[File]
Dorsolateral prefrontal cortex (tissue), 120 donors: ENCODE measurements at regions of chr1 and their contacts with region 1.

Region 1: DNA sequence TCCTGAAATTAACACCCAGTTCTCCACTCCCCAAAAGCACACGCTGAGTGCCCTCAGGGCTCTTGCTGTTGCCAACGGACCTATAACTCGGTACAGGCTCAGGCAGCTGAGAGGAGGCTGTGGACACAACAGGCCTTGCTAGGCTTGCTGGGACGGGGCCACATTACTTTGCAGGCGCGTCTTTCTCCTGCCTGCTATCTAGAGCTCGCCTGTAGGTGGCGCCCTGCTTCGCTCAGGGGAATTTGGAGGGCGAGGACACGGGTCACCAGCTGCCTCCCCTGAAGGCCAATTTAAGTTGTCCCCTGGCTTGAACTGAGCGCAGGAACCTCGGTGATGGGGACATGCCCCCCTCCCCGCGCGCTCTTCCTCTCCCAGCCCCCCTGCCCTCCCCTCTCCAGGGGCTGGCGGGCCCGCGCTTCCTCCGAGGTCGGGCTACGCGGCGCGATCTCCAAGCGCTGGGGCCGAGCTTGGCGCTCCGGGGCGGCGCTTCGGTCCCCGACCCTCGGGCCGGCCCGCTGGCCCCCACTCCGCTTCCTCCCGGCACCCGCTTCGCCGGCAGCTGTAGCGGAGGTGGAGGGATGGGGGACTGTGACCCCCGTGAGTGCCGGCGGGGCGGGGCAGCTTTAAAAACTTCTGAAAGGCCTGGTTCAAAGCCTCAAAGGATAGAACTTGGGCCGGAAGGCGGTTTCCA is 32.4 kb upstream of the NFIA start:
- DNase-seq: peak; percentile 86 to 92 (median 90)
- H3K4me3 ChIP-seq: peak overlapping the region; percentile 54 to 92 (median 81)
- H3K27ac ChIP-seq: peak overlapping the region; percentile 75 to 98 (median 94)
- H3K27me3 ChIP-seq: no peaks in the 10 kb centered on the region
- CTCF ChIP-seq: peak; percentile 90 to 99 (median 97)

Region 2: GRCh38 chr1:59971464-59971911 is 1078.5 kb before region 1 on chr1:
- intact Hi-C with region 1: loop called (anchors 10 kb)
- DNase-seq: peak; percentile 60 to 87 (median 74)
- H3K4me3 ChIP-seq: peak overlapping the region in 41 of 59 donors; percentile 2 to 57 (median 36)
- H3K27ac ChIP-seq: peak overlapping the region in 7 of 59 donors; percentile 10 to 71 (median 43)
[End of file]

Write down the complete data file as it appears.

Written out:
Dorsolateral prefrontal cortex (tissue), 120 donors: ENCODE measurements at regions of chr1 and their contacts with region 1.

Region 1: DNA sequence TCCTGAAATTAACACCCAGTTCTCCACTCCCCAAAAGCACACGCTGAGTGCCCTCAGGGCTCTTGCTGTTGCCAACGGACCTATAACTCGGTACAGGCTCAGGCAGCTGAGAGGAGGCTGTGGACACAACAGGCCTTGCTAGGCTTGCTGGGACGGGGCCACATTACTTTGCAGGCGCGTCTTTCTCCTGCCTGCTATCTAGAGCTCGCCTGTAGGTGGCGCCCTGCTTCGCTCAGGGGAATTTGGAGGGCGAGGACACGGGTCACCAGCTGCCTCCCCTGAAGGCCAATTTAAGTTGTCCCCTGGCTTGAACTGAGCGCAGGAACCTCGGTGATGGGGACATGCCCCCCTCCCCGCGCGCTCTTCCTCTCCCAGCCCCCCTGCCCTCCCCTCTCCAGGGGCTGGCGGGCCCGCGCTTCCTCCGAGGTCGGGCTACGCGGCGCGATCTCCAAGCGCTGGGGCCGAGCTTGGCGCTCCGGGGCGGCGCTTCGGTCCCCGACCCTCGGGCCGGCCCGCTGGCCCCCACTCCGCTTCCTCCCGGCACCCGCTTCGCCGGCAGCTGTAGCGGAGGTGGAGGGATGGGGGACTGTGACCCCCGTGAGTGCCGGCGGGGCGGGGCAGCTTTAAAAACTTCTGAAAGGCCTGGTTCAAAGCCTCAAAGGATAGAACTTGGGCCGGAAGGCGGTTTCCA is 32.4 kb upstream of the NFIA start:
- DNase-seq: peak; percentile 86 to 92 (median 90)
- H3K4me3 ChIP-seq: peak overlapping the region; percentile 54 to 92 (median 81)
- H3K27ac ChIP-seq: peak overlapping the region; percentile 75 to 98 (median 94)
- H3K27me3 ChIP-seq: no peaks in the 10 kb centered on the region
- CTCF ChIP-seq: peak; percentile 90 to 99 (median 97)

Region 2: GRCh38 chr1:59971464-59971911 is 1078.5 kb before region 1 on chr1:
- intact Hi-C with region 1: loop called (anchors 10 kb)
- DNase-seq: peak; percentile 60 to 87 (median 74)
- H3K4me3 ChIP-seq: peak overlapping the region in 41 of 59 donors; percentile 2 to 57 (median 36)
- H3K27ac ChIP-seq: peak overlapping the region in 7 of 59 donors; percentile 10 to 71 (median 43)